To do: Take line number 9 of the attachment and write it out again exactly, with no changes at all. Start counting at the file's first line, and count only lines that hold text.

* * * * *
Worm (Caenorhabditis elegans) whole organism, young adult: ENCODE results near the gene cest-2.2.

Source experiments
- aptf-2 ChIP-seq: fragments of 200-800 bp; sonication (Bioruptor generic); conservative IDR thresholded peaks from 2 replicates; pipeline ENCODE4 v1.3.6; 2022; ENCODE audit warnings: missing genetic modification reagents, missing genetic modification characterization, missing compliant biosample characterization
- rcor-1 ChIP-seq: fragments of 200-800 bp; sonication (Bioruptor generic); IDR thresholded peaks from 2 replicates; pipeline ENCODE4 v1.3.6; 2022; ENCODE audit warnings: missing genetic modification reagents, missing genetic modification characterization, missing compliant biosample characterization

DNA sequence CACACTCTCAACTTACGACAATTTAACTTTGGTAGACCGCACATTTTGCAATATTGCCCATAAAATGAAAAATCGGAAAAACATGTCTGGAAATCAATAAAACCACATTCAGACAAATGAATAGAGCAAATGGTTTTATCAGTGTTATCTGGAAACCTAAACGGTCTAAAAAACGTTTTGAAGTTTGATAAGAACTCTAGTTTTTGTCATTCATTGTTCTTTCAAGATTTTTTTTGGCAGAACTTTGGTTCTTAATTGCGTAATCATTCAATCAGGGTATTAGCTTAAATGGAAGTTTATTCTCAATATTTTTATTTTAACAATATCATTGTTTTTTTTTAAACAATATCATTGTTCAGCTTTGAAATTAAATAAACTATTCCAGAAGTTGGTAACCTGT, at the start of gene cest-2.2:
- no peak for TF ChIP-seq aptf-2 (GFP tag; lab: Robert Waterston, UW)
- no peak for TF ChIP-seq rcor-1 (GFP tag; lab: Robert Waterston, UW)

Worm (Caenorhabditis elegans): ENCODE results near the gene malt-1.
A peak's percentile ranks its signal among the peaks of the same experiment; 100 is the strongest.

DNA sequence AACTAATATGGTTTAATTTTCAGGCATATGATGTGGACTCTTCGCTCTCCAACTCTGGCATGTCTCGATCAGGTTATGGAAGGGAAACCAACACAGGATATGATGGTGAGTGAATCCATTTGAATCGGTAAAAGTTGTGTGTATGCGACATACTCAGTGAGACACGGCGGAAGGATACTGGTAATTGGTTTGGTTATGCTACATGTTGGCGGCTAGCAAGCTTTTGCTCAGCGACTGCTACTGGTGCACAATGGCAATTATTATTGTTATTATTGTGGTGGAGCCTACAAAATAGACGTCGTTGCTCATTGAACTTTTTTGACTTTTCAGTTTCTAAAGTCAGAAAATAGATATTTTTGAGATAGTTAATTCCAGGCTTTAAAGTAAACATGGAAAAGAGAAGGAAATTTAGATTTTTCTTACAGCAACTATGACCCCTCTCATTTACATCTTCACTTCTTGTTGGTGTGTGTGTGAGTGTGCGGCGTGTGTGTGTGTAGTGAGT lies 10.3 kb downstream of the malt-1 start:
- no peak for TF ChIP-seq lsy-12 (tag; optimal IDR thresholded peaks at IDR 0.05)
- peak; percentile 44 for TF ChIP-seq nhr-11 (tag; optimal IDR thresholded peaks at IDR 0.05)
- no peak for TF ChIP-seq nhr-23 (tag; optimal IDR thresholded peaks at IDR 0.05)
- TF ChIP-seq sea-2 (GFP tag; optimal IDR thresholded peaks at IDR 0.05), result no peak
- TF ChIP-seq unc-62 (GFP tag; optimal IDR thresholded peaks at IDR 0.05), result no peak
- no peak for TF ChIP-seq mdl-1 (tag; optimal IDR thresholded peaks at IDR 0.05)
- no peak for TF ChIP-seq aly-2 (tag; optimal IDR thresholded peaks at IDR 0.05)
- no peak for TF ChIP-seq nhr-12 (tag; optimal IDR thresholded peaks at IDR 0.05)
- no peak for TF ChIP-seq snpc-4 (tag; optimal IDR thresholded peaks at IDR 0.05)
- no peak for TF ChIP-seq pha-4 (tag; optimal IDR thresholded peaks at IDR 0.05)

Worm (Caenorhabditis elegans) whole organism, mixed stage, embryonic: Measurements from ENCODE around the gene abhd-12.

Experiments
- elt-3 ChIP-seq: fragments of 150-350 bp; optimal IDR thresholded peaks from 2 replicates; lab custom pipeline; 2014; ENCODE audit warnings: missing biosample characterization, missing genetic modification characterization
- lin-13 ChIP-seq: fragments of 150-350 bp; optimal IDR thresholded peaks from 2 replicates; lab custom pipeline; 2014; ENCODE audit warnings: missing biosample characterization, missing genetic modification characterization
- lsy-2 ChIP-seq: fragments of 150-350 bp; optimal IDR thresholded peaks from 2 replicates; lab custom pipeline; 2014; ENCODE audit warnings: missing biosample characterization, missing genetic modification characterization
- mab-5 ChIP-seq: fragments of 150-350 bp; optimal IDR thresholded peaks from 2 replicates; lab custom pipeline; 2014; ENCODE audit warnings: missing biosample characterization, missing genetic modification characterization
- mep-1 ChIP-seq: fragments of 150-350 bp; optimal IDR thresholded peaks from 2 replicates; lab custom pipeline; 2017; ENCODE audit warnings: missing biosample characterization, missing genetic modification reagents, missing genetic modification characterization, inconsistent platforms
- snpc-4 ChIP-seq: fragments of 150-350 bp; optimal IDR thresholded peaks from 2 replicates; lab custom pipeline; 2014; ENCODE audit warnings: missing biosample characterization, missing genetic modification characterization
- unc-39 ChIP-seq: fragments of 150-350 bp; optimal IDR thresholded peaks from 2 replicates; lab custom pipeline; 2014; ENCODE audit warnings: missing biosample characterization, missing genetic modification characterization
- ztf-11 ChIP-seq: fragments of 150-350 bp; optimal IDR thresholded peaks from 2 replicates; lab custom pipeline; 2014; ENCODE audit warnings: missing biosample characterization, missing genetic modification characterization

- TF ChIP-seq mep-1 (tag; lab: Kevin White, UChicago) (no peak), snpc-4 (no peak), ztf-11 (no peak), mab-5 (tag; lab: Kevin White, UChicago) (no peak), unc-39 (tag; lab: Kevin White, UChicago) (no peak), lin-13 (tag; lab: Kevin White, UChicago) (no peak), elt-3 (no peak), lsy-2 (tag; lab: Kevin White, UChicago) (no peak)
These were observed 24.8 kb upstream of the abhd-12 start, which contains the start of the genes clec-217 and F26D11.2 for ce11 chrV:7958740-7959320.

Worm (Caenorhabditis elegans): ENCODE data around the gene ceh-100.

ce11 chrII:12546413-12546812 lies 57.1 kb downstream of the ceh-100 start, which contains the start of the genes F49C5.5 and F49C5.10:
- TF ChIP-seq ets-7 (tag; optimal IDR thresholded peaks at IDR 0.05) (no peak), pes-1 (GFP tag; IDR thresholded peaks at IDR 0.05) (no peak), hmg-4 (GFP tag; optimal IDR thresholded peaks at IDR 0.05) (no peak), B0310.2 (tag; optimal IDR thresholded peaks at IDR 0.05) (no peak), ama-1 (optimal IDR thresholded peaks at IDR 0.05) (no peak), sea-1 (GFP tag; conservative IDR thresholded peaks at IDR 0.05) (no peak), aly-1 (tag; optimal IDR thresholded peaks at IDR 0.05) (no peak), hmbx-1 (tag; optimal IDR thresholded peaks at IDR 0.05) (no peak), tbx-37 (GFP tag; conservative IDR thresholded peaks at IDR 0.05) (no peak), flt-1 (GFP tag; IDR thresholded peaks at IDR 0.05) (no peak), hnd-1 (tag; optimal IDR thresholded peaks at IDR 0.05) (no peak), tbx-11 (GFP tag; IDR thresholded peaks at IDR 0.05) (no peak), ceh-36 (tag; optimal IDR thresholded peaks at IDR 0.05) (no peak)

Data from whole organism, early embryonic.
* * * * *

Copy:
A peak's percentile ranks its signal among the peaks of the same experiment; 100 is the strongest.